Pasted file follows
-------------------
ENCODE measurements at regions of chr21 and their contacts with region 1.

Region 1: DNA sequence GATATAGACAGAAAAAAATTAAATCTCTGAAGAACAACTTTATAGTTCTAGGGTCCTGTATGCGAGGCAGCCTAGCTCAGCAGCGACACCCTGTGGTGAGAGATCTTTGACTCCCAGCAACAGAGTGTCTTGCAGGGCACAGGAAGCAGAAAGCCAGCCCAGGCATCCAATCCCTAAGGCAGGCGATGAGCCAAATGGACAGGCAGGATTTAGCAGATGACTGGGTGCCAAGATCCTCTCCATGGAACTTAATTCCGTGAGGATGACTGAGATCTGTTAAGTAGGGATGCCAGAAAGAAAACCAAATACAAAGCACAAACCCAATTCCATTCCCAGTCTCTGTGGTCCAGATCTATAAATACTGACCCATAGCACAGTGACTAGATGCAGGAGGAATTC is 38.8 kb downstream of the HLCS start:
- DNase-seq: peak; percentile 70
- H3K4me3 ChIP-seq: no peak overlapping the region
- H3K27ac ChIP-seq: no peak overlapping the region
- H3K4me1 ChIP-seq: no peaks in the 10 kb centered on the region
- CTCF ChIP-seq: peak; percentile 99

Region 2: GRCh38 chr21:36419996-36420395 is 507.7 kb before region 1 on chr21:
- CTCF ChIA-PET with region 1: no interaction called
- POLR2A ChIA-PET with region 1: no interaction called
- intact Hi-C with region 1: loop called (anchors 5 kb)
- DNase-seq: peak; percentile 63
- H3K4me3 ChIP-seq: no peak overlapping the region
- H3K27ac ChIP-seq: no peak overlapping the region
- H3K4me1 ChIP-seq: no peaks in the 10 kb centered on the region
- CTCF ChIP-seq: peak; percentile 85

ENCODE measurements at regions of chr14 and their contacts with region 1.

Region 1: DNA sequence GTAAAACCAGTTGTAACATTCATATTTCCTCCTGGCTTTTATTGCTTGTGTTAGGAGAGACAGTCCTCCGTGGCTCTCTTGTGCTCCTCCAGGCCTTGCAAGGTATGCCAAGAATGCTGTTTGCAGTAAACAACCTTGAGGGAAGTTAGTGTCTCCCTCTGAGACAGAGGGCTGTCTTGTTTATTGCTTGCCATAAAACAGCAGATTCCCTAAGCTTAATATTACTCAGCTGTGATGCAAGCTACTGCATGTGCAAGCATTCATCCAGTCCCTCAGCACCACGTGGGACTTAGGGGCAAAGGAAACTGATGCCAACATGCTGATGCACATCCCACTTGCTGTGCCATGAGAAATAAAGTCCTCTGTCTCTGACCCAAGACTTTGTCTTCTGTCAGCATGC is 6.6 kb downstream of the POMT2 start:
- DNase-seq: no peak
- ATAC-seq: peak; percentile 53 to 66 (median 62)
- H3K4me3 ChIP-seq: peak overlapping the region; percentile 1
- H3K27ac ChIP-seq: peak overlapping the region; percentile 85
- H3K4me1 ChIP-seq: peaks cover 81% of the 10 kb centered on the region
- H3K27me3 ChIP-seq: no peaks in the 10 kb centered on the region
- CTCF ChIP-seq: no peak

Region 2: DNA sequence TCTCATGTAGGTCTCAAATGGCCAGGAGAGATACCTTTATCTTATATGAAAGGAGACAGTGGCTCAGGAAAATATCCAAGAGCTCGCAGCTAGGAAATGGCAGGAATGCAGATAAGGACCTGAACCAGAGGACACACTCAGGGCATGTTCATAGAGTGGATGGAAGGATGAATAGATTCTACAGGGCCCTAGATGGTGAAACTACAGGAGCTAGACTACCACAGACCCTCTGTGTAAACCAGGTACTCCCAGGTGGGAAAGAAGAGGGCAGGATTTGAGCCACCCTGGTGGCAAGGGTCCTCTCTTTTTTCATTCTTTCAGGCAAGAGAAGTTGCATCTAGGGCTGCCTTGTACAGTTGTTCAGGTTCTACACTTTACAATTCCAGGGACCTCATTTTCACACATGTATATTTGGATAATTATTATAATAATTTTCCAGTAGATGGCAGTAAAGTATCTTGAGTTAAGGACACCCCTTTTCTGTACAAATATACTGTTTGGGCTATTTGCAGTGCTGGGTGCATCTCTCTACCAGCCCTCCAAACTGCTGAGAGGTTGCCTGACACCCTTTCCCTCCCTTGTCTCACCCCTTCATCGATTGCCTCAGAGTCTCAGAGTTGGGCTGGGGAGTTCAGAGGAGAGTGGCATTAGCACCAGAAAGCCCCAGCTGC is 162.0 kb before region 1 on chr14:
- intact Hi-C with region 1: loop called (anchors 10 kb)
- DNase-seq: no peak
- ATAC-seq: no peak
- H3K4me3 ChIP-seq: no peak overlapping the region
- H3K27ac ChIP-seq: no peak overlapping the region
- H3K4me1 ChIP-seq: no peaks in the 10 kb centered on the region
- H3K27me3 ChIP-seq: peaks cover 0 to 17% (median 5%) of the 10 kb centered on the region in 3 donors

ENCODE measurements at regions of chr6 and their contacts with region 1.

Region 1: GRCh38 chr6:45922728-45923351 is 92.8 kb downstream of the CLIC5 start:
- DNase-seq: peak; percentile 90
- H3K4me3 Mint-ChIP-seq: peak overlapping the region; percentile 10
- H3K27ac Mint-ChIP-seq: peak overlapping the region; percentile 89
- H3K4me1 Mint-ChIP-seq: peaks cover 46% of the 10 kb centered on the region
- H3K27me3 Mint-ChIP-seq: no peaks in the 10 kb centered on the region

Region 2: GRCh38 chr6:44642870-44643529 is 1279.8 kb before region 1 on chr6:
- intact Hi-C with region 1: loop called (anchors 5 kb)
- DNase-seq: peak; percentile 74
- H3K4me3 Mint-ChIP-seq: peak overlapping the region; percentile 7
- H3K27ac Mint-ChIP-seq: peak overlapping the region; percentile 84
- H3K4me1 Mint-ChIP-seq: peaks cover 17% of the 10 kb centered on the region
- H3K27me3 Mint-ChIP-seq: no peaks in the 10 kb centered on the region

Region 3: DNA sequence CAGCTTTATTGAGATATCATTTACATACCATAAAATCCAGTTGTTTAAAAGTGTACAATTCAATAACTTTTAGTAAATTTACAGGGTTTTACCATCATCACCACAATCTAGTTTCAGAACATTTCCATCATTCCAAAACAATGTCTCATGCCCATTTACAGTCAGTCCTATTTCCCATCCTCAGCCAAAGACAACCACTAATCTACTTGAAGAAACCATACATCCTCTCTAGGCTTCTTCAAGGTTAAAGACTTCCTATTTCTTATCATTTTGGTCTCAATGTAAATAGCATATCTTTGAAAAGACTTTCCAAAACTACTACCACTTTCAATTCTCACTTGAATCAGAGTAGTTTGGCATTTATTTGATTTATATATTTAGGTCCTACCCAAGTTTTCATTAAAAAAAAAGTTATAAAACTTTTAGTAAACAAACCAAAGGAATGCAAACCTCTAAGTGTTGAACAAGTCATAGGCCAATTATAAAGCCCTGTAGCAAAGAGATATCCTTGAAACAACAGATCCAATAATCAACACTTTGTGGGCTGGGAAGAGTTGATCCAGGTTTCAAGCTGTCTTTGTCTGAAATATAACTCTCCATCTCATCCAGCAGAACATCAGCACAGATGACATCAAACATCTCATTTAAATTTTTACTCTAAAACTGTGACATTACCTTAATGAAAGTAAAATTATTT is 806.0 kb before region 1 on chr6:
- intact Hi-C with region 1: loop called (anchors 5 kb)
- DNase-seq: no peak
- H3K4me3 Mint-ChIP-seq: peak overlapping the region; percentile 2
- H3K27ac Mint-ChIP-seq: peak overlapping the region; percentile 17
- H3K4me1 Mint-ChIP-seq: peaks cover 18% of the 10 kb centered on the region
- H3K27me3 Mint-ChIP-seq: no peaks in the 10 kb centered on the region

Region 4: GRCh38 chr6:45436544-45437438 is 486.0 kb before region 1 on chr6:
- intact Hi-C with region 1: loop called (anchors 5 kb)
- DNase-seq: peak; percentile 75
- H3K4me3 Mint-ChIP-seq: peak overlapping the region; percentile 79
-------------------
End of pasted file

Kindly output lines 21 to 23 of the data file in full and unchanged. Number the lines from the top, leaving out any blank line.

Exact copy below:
- H3K4me3 ChIP-seq: peak overlapping the region; percentile 1
- H3K27ac ChIP-seq: peak overlapping the region; percentile 85
- H3K4me1 ChIP-seq: peaks cover 81% of the 10 kb centered on the region